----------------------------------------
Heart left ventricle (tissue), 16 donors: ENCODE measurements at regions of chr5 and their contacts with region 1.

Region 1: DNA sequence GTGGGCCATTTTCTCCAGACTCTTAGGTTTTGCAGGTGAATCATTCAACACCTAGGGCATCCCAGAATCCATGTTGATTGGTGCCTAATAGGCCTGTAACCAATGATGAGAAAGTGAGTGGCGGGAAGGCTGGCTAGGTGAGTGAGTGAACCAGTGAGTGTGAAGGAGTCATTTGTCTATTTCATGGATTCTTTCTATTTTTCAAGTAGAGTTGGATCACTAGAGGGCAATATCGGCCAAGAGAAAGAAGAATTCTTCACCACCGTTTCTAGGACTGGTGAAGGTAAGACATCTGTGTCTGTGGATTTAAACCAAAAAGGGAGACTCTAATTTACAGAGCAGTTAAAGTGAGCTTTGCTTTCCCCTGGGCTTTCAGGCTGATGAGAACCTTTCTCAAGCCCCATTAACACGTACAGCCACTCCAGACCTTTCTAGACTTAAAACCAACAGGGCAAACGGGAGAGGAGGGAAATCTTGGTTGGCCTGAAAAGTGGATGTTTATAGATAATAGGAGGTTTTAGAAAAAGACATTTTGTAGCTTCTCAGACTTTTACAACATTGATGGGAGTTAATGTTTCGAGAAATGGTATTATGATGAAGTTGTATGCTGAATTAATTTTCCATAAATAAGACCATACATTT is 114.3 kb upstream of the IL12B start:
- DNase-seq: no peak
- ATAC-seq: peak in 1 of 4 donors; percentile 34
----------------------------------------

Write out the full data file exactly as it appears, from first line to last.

Heart left ventricle (tissue), 16 donors: ENCODE measurements at regions of chr5 and their contacts with region 1.

Region 1: DNA sequence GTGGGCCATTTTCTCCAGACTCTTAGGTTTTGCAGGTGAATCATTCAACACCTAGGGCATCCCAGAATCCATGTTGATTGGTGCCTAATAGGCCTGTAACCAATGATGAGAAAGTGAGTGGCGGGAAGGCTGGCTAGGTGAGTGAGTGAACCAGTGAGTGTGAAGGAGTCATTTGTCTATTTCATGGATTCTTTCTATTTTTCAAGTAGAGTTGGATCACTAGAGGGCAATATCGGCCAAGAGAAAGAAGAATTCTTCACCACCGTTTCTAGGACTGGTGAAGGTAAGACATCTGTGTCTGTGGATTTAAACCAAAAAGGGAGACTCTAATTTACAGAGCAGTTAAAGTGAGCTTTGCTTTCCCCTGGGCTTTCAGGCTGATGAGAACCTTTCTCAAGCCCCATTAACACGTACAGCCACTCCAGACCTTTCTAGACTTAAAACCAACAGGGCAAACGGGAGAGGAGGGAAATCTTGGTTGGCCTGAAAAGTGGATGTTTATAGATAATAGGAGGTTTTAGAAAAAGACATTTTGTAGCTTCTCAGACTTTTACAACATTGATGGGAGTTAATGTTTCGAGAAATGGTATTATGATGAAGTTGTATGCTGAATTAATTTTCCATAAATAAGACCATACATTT is 114.3 kb upstream of the IL12B start:
- DNase-seq: no peak
- ATAC-seq: peak in 1 of 4 donors; percentile 34